As demand for nuclear energy increase, many states are developing long-term plans for production and consumption. But as research and development expands, for example of small modular reactors, can these states ensure a reliable and systematic approach for an effective “nuclear security culture”?
Nuclear safety considers the risk of human error and dangers of external events. Nuclear security focuses on deliberate acts designed to cause damage and harm, including the risk of material being diverted to terrorists and non-state actors. State plans and operations must be framed and implemented in a cohesive manner so that security measures do not compromise safety and vice versa. This is a national responsibility, requiring the strengthening of domestic architecture amid the challenge of new technologies.
The cyber-attack on an Indian nuclear power plant in September 2019 demonstrated the vulnerability of states to the threat, and the consequent need to improve national nuclear security architecture.
Indian officials said the administrative network of the Kudankulam Nuclear Power Plant was hacked. They said there was no critical damage, but a large amount of data was stolen by a malware-infected network. That illustrates the risks of subsequent attacks damaging critical infrastructure. Hacking of the software controlling a nuclear reactor, can lead to sabotage, unauthorized use, and in extreme cases, reactor meltdown.
In last year’s cyberattack on the US SolarWinds Corp, a software company managing the information technology of US government agencies and Fortune 500 companies, more than 18,000 customer servers were infected. Among the victims were the Department of Energy and its National Nuclear Security Administration, which manages the US nuclear arsenal. President Joe Biden has rightly made cyber-security a top priority.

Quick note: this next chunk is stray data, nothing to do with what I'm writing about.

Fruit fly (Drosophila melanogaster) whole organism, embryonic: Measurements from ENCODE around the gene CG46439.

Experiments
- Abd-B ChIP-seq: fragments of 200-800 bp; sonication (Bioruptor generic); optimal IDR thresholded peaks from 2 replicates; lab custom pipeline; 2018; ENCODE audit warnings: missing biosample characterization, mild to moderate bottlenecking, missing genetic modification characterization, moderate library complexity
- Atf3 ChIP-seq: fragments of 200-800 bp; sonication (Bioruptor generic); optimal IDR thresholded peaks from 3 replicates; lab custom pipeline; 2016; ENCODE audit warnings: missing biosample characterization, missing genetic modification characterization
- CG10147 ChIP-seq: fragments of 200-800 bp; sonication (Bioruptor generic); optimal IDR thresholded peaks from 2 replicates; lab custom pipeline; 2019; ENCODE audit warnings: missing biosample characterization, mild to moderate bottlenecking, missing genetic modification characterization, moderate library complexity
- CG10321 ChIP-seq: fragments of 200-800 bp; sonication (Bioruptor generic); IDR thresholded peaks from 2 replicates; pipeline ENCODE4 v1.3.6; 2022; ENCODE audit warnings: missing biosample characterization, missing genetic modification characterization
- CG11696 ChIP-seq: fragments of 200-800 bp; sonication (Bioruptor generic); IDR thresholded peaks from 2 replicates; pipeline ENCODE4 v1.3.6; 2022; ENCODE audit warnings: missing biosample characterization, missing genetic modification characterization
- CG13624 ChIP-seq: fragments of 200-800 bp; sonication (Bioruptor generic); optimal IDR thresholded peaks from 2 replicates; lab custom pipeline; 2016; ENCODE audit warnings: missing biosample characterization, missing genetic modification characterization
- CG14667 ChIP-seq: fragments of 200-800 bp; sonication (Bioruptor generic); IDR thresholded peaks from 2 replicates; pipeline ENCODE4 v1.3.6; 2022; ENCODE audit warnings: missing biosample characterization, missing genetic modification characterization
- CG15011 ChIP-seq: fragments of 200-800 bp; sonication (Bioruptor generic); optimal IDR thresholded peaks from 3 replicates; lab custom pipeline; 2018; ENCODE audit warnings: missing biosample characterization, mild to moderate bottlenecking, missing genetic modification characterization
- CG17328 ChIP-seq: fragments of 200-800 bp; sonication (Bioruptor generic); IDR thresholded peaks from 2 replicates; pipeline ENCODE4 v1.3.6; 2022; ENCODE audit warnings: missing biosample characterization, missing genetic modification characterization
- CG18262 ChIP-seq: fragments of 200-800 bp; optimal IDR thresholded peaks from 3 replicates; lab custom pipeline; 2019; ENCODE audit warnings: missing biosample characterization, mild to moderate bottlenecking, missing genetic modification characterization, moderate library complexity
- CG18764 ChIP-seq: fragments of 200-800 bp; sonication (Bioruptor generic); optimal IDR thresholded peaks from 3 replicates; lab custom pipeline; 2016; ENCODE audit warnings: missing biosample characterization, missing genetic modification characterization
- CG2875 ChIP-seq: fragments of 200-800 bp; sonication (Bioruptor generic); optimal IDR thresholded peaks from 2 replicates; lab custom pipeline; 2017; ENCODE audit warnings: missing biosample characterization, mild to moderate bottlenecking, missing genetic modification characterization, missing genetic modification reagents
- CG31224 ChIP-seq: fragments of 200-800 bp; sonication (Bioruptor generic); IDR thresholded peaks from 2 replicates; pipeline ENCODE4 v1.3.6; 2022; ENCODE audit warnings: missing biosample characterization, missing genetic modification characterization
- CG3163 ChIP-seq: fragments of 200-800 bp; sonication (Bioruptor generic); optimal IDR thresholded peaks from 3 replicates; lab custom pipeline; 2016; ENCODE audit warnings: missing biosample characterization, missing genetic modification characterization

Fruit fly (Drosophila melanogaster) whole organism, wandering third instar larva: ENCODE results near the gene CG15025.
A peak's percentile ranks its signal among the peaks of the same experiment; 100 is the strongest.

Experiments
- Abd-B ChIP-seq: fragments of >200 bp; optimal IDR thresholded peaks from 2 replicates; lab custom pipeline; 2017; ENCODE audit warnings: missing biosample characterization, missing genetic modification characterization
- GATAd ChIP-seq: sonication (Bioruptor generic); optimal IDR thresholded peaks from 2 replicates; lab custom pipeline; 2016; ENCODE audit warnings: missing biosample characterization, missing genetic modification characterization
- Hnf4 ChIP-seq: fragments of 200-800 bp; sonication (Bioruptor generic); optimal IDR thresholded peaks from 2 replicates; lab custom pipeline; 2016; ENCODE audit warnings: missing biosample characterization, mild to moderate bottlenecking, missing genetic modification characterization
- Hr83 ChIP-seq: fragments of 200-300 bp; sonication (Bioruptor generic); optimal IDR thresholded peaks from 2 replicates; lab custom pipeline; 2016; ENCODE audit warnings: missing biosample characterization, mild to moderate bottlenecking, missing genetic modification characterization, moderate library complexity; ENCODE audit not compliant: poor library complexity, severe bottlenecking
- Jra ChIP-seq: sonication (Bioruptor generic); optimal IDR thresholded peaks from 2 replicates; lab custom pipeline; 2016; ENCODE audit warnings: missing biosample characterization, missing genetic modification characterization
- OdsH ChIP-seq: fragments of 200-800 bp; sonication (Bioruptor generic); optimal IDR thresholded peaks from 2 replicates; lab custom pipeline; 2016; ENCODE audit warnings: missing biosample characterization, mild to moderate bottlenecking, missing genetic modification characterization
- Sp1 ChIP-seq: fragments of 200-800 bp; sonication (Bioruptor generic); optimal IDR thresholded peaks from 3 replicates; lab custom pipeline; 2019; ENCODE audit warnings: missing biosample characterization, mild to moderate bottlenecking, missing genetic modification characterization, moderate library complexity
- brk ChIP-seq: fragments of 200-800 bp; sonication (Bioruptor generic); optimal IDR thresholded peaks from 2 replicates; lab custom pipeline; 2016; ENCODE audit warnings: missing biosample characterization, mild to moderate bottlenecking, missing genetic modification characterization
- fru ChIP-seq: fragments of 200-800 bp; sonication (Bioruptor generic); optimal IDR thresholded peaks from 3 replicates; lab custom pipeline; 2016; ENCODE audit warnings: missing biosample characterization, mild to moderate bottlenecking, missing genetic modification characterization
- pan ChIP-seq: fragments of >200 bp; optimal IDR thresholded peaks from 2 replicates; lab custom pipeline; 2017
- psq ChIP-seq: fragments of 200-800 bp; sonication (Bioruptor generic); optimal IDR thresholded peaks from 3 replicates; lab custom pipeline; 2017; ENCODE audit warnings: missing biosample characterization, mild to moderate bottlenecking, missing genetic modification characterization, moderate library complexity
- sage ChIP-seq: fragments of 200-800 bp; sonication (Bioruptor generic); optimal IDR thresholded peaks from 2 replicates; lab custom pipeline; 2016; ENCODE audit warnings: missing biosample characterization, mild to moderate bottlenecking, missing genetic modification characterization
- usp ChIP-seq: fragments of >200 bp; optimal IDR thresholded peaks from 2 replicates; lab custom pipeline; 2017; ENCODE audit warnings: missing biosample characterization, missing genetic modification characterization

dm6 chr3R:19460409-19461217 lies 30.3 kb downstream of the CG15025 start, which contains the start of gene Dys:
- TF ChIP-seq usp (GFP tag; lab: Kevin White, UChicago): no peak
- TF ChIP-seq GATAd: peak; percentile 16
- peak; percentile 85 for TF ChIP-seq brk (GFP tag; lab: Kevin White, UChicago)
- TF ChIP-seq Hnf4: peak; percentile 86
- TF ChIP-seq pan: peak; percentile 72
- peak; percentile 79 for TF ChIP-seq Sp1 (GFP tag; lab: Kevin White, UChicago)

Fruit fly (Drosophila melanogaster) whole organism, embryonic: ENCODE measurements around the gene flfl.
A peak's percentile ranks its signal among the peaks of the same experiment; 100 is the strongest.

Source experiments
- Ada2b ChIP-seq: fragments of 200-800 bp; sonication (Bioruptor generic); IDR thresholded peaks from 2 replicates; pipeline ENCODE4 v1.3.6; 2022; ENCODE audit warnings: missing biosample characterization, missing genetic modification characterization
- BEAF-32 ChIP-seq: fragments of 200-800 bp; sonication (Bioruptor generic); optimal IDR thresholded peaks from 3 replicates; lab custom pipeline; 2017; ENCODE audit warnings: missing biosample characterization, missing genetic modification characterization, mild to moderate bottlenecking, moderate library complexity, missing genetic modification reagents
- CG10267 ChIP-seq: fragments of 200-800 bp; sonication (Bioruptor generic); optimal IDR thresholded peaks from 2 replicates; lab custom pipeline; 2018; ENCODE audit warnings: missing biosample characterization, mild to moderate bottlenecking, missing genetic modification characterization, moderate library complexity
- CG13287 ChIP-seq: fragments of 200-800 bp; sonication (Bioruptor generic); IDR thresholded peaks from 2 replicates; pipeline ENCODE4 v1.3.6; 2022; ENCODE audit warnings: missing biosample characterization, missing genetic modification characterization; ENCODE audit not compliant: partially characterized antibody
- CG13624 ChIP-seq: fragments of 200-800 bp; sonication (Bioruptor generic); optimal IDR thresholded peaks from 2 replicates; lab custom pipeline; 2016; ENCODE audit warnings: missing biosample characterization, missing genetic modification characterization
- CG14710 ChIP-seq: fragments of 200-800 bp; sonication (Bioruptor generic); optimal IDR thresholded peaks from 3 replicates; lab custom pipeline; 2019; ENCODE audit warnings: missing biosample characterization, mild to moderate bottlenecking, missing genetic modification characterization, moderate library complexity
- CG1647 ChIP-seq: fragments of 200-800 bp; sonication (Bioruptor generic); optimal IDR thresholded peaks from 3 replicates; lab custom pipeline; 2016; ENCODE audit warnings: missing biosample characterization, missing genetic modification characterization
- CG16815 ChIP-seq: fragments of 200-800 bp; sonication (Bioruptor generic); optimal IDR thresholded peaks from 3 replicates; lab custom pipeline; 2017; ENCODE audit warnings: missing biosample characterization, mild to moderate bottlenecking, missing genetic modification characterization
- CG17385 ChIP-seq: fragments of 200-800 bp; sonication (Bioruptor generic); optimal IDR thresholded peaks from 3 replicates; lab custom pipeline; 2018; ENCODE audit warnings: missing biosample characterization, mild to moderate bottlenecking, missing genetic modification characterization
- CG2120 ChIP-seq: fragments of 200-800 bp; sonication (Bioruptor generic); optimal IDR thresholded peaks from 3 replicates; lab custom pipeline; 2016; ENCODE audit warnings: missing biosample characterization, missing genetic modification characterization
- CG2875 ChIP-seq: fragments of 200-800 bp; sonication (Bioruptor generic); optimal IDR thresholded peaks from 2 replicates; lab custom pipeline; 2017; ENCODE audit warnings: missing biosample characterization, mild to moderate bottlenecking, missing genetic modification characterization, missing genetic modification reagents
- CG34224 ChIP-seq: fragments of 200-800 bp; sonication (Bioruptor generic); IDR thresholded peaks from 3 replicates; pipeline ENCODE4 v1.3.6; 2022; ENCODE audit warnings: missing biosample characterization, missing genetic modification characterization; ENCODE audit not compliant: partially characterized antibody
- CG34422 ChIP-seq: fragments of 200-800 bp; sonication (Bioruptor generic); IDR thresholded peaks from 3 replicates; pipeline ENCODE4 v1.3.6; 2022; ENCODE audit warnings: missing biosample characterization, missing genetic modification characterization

NUCLEAR MATERIALS SECURITY AND THE HUMAN FACTOR
The global stockpile of highly enriched uranium in 2019 was about 1335 metric tons, with about 310 tons of plutonium. This is enough material to build thousands of weapons of mass destruction. To safeguard nuclear and radioactive materials in use, storage, and in transport, measures must be implemented against theft, sabotage, unauthorized access, and illegal transfer.
With the Chernobyl nuclear accident in 1986, the importance of the human factor became apparent, given lackadaisical attitudes towards nuclear security practices, roles, and responsibilities. Public knowledge of safety is a crucial concern for nuclear plant operations, both for the provision of information that is needed and preventing the revelation of security-related information. The culture of nuclear safety and security must be a symbol of integrity, competence, and transparency by all actors involved in materials and facilities.
A “NUCLEAR SECURITY CULTURE”
The term “nuclear security culture” was first used in an International Atomic Energy Agency meeting of experts in 2000, discussing the Convention on the Physical Protection of Nuclear Materials Eight years later, the IAEA introduced guidelines, based on the organizational culture model of Edger Schein.
In a “nuclear safety culture”, protection and safety should receive the utmost attention by individuals and organizations, on openness, transparency and information sharing. For “nuclear security culture”, there should be an understanding of the commitment and accountability in any activity affecting security.